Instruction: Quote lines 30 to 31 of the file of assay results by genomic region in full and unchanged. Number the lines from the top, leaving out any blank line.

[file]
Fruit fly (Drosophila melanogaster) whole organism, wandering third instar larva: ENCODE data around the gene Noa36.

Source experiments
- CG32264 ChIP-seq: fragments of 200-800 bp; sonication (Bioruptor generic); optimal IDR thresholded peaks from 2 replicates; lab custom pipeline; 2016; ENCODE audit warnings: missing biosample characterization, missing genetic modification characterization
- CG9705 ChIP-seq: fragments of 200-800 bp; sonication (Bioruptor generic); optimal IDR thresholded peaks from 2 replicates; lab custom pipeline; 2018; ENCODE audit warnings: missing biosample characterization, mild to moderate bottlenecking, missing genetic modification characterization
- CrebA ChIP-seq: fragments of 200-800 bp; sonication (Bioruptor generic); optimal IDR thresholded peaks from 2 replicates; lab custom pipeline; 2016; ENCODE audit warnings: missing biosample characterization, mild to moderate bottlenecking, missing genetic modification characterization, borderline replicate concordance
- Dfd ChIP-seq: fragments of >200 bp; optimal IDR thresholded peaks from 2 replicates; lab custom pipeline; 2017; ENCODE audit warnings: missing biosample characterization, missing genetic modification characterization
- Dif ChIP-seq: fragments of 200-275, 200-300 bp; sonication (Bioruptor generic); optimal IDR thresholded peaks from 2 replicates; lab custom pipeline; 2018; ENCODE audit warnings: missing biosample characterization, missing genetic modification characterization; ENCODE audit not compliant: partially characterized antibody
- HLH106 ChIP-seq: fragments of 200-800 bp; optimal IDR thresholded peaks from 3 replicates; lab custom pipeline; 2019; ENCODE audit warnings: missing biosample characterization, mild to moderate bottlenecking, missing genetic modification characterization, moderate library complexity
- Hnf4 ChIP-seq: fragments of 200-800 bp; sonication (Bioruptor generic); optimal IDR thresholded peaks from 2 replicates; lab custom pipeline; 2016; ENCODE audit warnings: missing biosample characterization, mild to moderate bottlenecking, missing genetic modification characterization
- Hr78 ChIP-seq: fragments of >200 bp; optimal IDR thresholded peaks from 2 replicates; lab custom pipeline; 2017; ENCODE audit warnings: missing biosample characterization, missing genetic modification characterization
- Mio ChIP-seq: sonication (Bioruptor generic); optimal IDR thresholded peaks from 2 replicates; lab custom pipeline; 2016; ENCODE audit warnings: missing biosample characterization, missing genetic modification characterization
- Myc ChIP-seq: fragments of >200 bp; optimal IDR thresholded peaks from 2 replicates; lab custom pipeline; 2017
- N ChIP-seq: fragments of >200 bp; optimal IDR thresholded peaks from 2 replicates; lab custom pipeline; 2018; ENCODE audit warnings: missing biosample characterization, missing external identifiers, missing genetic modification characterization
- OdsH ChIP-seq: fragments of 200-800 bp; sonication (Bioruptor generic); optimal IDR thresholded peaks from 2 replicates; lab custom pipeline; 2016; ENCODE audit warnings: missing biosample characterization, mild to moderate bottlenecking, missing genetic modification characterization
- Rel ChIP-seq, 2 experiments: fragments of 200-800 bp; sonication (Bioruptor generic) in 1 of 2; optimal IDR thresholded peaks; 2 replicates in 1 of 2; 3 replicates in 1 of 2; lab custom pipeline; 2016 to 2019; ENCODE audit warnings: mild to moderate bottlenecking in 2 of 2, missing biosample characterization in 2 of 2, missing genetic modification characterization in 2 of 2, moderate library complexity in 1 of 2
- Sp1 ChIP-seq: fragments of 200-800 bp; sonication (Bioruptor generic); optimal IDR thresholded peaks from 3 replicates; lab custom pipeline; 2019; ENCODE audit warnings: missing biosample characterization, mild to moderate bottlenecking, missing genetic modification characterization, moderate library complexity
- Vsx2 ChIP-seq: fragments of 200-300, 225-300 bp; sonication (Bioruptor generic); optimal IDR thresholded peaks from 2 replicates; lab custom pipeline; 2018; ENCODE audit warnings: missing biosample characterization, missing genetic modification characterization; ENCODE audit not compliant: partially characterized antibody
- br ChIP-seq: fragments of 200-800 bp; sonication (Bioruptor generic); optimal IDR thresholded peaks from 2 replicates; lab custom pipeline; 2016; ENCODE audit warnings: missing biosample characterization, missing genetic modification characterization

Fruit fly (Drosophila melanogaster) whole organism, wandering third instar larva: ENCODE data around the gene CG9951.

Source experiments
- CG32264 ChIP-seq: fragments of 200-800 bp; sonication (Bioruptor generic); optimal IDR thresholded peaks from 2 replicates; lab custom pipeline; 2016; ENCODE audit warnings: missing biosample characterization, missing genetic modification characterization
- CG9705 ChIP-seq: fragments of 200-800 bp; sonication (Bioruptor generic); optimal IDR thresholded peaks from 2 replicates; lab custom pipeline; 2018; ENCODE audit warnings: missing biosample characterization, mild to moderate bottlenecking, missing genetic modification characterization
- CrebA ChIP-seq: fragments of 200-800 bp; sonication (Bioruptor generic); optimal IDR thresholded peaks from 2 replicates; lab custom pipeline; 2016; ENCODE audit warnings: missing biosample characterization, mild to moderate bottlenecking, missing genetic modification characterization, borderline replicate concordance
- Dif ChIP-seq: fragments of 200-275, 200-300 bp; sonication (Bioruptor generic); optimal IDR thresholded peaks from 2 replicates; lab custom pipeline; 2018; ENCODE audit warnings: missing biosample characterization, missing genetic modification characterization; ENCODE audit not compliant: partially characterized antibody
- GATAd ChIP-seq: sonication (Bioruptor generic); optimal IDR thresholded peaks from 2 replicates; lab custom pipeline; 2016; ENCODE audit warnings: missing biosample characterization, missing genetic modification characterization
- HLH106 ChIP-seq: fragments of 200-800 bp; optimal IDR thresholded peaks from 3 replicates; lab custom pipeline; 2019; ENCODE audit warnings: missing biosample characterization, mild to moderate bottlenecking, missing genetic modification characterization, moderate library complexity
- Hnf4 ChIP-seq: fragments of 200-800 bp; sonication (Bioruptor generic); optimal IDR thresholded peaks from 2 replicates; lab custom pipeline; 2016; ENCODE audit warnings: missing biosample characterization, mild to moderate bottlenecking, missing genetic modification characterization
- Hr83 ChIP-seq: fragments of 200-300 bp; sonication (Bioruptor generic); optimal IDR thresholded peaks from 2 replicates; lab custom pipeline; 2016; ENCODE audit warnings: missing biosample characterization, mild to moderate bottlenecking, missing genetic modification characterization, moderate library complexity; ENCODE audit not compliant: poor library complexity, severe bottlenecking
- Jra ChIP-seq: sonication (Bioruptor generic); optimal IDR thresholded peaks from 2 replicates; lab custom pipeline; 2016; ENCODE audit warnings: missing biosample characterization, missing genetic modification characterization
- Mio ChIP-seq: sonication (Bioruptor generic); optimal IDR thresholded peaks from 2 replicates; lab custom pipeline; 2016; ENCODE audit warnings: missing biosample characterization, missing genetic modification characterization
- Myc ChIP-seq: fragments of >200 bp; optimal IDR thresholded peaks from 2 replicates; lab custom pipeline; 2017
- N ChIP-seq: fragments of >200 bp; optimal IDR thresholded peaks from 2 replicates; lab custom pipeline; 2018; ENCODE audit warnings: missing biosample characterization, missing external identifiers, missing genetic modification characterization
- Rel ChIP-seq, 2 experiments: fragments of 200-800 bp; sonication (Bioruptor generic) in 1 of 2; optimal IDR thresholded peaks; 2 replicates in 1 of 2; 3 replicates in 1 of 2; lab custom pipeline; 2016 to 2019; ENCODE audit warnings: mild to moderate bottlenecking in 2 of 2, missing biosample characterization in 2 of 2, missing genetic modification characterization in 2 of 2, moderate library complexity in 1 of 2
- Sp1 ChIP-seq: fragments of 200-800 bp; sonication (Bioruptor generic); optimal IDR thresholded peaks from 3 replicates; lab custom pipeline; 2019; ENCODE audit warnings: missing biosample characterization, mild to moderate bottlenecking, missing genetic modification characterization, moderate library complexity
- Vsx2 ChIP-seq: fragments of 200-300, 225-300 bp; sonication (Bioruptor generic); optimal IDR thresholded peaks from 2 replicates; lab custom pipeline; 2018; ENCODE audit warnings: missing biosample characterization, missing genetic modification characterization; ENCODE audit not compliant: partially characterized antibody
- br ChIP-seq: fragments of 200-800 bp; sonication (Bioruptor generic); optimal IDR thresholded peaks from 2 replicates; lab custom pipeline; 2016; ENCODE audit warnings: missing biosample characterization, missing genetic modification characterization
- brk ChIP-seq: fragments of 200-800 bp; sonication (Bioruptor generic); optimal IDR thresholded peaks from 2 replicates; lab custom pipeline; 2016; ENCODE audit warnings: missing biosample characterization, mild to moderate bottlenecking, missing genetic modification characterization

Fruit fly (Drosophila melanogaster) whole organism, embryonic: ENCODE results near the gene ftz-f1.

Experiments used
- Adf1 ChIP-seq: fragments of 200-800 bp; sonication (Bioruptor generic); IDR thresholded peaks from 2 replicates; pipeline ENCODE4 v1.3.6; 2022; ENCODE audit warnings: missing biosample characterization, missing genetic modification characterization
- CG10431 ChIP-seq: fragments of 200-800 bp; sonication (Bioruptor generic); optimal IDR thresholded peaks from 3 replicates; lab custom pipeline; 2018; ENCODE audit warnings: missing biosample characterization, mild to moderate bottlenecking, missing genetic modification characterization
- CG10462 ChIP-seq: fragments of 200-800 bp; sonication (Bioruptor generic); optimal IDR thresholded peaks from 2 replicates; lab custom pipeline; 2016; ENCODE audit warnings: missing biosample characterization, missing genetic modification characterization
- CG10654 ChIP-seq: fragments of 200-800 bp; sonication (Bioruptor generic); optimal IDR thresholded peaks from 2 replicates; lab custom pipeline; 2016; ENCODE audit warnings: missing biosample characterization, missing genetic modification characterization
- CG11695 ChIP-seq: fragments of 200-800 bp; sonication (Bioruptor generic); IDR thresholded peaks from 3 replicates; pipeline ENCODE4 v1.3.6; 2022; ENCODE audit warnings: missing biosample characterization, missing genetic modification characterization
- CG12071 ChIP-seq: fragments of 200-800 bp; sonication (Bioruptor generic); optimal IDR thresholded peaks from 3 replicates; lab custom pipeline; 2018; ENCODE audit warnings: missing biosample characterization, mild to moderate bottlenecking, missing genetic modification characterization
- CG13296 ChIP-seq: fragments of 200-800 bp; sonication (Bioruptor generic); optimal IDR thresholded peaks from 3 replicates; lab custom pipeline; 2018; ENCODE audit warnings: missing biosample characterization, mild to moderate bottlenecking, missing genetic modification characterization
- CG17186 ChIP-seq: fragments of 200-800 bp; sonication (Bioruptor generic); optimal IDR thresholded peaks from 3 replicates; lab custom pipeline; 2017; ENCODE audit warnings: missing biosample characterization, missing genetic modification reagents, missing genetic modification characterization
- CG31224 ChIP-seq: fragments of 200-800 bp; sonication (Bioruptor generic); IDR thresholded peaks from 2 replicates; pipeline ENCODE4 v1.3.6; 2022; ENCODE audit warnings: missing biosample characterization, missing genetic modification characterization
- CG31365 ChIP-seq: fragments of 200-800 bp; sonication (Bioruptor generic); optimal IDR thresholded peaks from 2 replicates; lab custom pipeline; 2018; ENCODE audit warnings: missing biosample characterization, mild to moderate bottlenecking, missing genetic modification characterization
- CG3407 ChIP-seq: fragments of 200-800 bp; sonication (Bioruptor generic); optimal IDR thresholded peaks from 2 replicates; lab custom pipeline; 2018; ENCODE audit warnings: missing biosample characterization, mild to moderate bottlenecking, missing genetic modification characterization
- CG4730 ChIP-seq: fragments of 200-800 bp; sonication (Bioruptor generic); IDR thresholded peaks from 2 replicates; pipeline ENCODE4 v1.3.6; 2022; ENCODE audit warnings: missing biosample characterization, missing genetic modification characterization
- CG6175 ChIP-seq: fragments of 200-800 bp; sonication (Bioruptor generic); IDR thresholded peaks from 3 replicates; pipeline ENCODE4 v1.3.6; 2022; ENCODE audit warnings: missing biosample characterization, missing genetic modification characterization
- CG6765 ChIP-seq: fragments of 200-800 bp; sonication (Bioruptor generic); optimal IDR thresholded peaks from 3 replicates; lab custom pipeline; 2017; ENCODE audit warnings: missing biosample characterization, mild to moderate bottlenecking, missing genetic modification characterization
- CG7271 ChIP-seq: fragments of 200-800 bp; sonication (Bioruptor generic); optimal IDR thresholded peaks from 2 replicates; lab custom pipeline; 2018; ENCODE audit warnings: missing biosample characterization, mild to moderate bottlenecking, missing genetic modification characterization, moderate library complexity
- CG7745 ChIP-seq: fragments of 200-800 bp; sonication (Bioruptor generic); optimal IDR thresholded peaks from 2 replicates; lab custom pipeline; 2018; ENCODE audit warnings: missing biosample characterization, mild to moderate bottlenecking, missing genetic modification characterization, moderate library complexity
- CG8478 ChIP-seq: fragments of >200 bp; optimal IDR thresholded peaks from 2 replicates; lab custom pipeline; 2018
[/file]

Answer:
- Mio ChIP-seq: sonication (Bioruptor generic); optimal IDR thresholded peaks from 2 replicates; lab custom pipeline; 2016; ENCODE audit warnings: missing biosample characterization, missing genetic modification characterization
- Myc ChIP-seq: fragments of >200 bp; optimal IDR thresholded peaks from 2 replicates; lab custom pipeline; 2017